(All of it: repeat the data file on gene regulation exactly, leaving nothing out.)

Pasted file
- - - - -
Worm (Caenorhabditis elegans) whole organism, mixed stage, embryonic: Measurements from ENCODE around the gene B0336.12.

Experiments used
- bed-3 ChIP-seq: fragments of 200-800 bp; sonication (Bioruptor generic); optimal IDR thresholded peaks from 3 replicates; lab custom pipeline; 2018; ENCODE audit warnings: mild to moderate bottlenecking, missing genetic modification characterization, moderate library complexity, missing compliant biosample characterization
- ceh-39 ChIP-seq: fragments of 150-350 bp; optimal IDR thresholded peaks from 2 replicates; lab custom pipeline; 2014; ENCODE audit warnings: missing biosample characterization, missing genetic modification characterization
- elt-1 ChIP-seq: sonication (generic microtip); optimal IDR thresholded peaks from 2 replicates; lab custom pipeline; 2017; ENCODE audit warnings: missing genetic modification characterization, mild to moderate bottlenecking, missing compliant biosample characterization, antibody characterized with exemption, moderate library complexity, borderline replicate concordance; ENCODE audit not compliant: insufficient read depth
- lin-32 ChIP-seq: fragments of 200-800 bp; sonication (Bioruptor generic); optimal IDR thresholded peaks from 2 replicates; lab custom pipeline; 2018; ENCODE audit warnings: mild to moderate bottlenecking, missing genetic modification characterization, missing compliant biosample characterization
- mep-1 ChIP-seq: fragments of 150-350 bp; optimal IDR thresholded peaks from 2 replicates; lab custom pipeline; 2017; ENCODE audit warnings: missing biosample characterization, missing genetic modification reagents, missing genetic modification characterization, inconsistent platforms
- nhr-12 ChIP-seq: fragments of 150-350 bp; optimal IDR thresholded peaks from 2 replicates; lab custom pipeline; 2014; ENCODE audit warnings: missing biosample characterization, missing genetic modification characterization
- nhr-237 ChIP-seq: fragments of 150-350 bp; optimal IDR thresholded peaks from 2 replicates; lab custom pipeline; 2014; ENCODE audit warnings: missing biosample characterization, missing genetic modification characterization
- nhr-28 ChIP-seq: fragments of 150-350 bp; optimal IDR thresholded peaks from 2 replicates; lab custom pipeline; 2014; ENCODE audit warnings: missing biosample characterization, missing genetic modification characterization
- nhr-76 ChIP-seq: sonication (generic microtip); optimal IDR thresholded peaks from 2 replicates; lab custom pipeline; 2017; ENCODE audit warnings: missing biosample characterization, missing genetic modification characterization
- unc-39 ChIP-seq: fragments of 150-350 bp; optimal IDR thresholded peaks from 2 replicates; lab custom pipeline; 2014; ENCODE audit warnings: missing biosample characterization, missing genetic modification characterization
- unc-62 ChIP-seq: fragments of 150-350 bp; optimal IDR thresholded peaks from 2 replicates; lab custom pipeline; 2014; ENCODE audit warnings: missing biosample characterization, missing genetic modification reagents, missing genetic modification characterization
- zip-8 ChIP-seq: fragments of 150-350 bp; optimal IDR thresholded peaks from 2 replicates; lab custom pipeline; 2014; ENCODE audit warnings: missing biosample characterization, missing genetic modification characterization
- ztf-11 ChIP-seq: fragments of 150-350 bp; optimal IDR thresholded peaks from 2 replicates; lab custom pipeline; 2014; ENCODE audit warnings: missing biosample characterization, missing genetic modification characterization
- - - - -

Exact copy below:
Worm (Caenorhabditis elegans) whole organism, mixed stage, embryonic: Measurements from ENCODE around the gene B0336.12.

Experiments used
- bed-3 ChIP-seq: fragments of 200-800 bp; sonication (Bioruptor generic); optimal IDR thresholded peaks from 3 replicates; lab custom pipeline; 2018; ENCODE audit warnings: mild to moderate bottlenecking, missing genetic modification characterization, moderate library complexity, missing compliant biosample characterization
- ceh-39 ChIP-seq: fragments of 150-350 bp; optimal IDR thresholded peaks from 2 replicates; lab custom pipeline; 2014; ENCODE audit warnings: missing biosample characterization, missing genetic modification characterization
- elt-1 ChIP-seq: sonication (generic microtip); optimal IDR thresholded peaks from 2 replicates; lab custom pipeline; 2017; ENCODE audit warnings: missing genetic modification characterization, mild to moderate bottlenecking, missing compliant biosample characterization, antibody characterized with exemption, moderate library complexity, borderline replicate concordance; ENCODE audit not compliant: insufficient read depth
- lin-32 ChIP-seq: fragments of 200-800 bp; sonication (Bioruptor generic); optimal IDR thresholded peaks from 2 replicates; lab custom pipeline; 2018; ENCODE audit warnings: mild to moderate bottlenecking, missing genetic modification characterization, missing compliant biosample characterization
- mep-1 ChIP-seq: fragments of 150-350 bp; optimal IDR thresholded peaks from 2 replicates; lab custom pipeline; 2017; ENCODE audit warnings: missing biosample characterization, missing genetic modification reagents, missing genetic modification characterization, inconsistent platforms
- nhr-12 ChIP-seq: fragments of 150-350 bp; optimal IDR thresholded peaks from 2 replicates; lab custom pipeline; 2014; ENCODE audit warnings: missing biosample characterization, missing genetic modification characterization
- nhr-237 ChIP-seq: fragments of 150-350 bp; optimal IDR thresholded peaks from 2 replicates; lab custom pipeline; 2014; ENCODE audit warnings: missing biosample characterization, missing genetic modification characterization
- nhr-28 ChIP-seq: fragments of 150-350 bp; optimal IDR thresholded peaks from 2 replicates; lab custom pipeline; 2014; ENCODE audit warnings: missing biosample characterization, missing genetic modification characterization
- nhr-76 ChIP-seq: sonication (generic microtip); optimal IDR thresholded peaks from 2 replicates; lab custom pipeline; 2017; ENCODE audit warnings: missing biosample characterization, missing genetic modification characterization
- unc-39 ChIP-seq: fragments of 150-350 bp; optimal IDR thresholded peaks from 2 replicates; lab custom pipeline; 2014; ENCODE audit warnings: missing biosample characterization, missing genetic modification characterization
- unc-62 ChIP-seq: fragments of 150-350 bp; optimal IDR thresholded peaks from 2 replicates; lab custom pipeline; 2014; ENCODE audit warnings: missing biosample characterization, missing genetic modification reagents, missing genetic modification characterization
- zip-8 ChIP-seq: fragments of 150-350 bp; optimal IDR thresholded peaks from 2 replicates; lab custom pipeline; 2014; ENCODE audit warnings: missing biosample characterization, missing genetic modification characterization
- ztf-11 ChIP-seq: fragments of 150-350 bp; optimal IDR thresholded peaks from 2 replicates; lab custom pipeline; 2014; ENCODE audit warnings: missing biosample characterization, missing genetic modification characterization